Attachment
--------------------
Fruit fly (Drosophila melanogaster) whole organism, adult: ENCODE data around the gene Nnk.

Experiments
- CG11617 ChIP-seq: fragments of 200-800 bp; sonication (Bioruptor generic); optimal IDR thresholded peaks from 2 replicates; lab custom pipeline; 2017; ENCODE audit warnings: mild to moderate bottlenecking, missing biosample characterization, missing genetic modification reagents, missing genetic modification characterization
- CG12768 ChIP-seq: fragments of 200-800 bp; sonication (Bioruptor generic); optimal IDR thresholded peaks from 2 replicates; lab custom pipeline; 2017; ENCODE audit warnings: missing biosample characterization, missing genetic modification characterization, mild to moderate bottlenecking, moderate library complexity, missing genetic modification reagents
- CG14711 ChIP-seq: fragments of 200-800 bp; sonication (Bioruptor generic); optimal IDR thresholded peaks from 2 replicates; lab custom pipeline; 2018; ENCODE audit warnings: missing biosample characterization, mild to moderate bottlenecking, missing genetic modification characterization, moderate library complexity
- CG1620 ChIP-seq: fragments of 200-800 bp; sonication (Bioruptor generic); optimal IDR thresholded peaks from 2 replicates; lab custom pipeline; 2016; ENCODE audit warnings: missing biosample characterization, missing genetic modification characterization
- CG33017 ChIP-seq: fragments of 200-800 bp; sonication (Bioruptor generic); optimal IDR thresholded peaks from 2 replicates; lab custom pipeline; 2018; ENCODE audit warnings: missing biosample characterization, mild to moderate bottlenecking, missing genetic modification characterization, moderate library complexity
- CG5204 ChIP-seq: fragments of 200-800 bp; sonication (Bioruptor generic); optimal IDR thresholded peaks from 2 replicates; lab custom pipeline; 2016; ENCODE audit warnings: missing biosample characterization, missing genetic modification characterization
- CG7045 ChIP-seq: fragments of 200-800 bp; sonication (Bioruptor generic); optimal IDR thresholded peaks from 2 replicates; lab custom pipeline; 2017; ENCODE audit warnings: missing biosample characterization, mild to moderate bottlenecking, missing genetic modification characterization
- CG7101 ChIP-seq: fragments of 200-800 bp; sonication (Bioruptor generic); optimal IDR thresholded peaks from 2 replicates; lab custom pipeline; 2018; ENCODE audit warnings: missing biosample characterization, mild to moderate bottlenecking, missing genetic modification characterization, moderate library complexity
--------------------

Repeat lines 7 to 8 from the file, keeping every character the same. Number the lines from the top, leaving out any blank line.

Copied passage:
- CG33017 ChIP-seq: fragments of 200-800 bp; sonication (Bioruptor generic); optimal IDR thresholded peaks from 2 replicates; lab custom pipeline; 2018; ENCODE audit warnings: missing biosample characterization, mild to moderate bottlenecking, missing genetic modification characterization, moderate library complexity
- CG5204 ChIP-seq: fragments of 200-800 bp; sonication (Bioruptor generic); optimal IDR thresholded peaks from 2 replicates; lab custom pipeline; 2016; ENCODE audit warnings: missing biosample characterization, missing genetic modification characterization